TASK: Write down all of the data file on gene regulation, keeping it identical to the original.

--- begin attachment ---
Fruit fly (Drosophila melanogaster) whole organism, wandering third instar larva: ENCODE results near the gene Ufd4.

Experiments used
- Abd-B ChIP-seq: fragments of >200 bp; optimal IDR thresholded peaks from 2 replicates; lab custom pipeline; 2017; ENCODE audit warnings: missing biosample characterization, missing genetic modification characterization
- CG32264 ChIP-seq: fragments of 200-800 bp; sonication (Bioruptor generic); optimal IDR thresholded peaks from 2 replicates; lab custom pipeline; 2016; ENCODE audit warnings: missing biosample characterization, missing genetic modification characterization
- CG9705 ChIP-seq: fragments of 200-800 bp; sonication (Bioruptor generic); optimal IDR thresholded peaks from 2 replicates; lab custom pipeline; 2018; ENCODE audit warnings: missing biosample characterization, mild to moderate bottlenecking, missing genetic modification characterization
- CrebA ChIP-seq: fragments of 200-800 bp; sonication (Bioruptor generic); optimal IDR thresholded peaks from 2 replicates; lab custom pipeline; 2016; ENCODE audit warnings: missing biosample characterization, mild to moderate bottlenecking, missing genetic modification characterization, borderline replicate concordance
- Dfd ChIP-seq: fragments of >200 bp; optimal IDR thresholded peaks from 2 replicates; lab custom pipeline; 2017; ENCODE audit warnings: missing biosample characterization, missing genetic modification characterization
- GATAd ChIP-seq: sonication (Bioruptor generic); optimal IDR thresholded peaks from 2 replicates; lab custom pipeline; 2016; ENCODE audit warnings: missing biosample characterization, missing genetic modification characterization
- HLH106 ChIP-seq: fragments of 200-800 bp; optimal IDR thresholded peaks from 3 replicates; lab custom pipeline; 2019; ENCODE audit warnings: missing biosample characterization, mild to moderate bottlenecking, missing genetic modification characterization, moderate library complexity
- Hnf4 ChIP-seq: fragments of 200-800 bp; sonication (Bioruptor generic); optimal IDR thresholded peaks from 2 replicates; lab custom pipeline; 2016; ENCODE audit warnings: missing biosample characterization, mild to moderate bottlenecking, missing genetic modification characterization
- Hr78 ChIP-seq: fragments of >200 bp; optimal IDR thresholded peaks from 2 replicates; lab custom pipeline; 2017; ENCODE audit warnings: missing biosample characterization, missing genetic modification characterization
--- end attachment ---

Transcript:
Fruit fly (Drosophila melanogaster) whole organism, wandering third instar larva: ENCODE results near the gene Ufd4.

Experiments used
- Abd-B ChIP-seq: fragments of >200 bp; optimal IDR thresholded peaks from 2 replicates; lab custom pipeline; 2017; ENCODE audit warnings: missing biosample characterization, missing genetic modification characterization
- CG32264 ChIP-seq: fragments of 200-800 bp; sonication (Bioruptor generic); optimal IDR thresholded peaks from 2 replicates; lab custom pipeline; 2016; ENCODE audit warnings: missing biosample characterization, missing genetic modification characterization
- CG9705 ChIP-seq: fragments of 200-800 bp; sonication (Bioruptor generic); optimal IDR thresholded peaks from 2 replicates; lab custom pipeline; 2018; ENCODE audit warnings: missing biosample characterization, mild to moderate bottlenecking, missing genetic modification characterization
- CrebA ChIP-seq: fragments of 200-800 bp; sonication (Bioruptor generic); optimal IDR thresholded peaks from 2 replicates; lab custom pipeline; 2016; ENCODE audit warnings: missing biosample characterization, mild to moderate bottlenecking, missing genetic modification characterization, borderline replicate concordance
- Dfd ChIP-seq: fragments of >200 bp; optimal IDR thresholded peaks from 2 replicates; lab custom pipeline; 2017; ENCODE audit warnings: missing biosample characterization, missing genetic modification characterization
- GATAd ChIP-seq: sonication (Bioruptor generic); optimal IDR thresholded peaks from 2 replicates; lab custom pipeline; 2016; ENCODE audit warnings: missing biosample characterization, missing genetic modification characterization
- HLH106 ChIP-seq: fragments of 200-800 bp; optimal IDR thresholded peaks from 3 replicates; lab custom pipeline; 2019; ENCODE audit warnings: missing biosample characterization, mild to moderate bottlenecking, missing genetic modification characterization, moderate library complexity
- Hnf4 ChIP-seq: fragments of 200-800 bp; sonication (Bioruptor generic); optimal IDR thresholded peaks from 2 replicates; lab custom pipeline; 2016; ENCODE audit warnings: missing biosample characterization, mild to moderate bottlenecking, missing genetic modification characterization
- Hr78 ChIP-seq: fragments of >200 bp; optimal IDR thresholded peaks from 2 replicates; lab custom pipeline; 2017; ENCODE audit warnings: missing biosample characterization, missing genetic modification characterization